Bennett hit with new ethics allegations

Lois Westermeyer

Possible ethics violations in filing candidacy papers by one candidate for the 106th House District seat had another candidate calling a press conference Tuesday to discuss the matter.

Scott McCoy of Pontiac said the violations found with fellow Republican Tom Bennett’s candidacy papers have forced him to speak out on the matter.

“I didn’t want to make a comment until I figured out what’s going on because those are huge allegations, especially in Illinois to have ethics problems,” McCoy said. “With my own investigation, I found more problems than were initially reported. This is more serious than I thought for Tom and his campaign.”

Last week, WGFA radio in Watseka reported that papers of candidacy for Republican hopeful Tom Bennett of Gibson City were filed by Department of Children and Family Services employee Andrew Killian, who was Bennett’s campaign treasurer at the time, on a state fax line.

State law prohibits electioneering or campaign work on state time or using state offices or equipment.

Killian sent in the initial candidacy form and three months later an amended form from his DCFS office in Champaign.

The State Board of Elections said the matter was under review and would not comment further.

McCoy said looking through Bennett’s statement of organization papers for the House seat, he found other problems with the setting up of Bennett’s election committee, which appeared to contain information pertaining to Bennett’s election papers for his Parkland College Trustee seat. In the 106th District candidacy papers, the office being sought states Parkland College trustee.

It appears as if Killian was copying information from Bennett’s prior papers when he was filling out the new candidacy papers.

“The campaign committee was set up wrong. For 11 months he’s been raising funds and spending funds wrong. They have filed amendments to the other problems, but they have not amended the office he is seeking,” McCoy continued. “When I contacted the State Board of Elections I was told to formally file a D4 paper, which is a formal complaint,” McCoy said.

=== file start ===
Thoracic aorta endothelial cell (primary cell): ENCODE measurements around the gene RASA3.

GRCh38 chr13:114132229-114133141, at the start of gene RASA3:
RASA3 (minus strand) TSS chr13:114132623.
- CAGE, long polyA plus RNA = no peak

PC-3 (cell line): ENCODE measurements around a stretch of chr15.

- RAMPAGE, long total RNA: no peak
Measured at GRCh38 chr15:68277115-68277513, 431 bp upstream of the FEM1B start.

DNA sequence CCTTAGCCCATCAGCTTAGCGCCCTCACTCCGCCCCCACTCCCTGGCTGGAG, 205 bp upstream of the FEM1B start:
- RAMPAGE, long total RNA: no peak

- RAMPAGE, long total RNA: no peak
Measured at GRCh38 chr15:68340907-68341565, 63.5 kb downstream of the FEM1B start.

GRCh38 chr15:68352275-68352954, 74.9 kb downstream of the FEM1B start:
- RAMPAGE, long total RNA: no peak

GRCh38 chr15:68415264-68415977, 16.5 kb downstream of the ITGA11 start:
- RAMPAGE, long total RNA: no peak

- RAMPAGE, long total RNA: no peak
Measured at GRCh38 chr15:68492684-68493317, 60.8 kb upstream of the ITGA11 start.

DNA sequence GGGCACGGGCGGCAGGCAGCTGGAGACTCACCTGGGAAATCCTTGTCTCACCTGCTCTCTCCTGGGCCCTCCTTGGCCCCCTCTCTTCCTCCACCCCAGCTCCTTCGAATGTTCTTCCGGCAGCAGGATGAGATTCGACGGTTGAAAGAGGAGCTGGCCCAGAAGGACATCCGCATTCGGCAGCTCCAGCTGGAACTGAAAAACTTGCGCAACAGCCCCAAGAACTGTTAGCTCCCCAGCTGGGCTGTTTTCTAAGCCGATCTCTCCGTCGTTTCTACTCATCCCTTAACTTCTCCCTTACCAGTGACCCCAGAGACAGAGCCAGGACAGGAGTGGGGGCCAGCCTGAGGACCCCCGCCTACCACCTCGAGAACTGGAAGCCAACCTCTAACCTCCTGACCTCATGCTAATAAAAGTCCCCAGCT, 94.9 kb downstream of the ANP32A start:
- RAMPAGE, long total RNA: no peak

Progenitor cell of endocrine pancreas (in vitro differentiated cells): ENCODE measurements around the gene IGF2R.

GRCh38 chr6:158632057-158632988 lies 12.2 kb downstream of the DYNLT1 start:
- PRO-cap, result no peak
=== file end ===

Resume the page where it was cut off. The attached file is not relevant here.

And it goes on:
“I was told it would immediately be given a hearing.”

McCoy said he considers the issue a “major glaring error” and wanted to be upfront about his complaint.

“I gave Tom a heads up about this. I told him it wasn’t personal, but that it’s a campaign violation.”

McCoy said his conversation with Bennett was private and would not discuss Bennett’s response.

Bennett did not return a call by the Daily Leader seeking comment Tuesday evening, which was Valentine’s Day.

Last week, Bennett said mistakes were made by Killian using a state fax line to file the initial candidacy paper and amendment three months later, and that he was sure they were not deliberate. He said he had just been made aware of the problems and would take responsibility and move forward with his campaign.

McCoy and Bennett are in a five-way race for the Republican nomination for the newly formed 106th District, which includes the eastern half of Woodford County, most of Livingston County, Ford and Iroquois counties and the northern portion of Vermilion County.

It extends from Eureka to the Indiana state line and from Dwight to just north of Danville.

Fellow candidate Brian Gabor of Pontiac said, “I’m running my own campaign, so I choose not to comment. I will say that the hoops you have to jump through to file for candidacy are admittedly confusing and it wouldn’t surprise me if mistakes are made — there’s a reason amendments are allowed. Given election law and ethics problems in our state’s past these are important subjects, but I’m not making an issue of this.”

Candidate Richard Thomas of Dwight did not return a phone call seeking comment.

Josh Harms of Watseka also said he would not comment on the possible ethics violations.

“Early on, Tom, Brian and I agreed that we would focus on ideas that can help make Illinois better. The three of us understand that if we set out to destroy each other, then we’re never going to make a conservative Republican majority to run this state. Our primary goal is to make sure that our conservative ideals are pushed forward.”

“I like Tom, I’ve gotten to know him over the campaigning events. But I think these are serious issues that are becoming a distraction. People are asking me about this instead of the issues. I feel they need to be addressed,” McCoy said.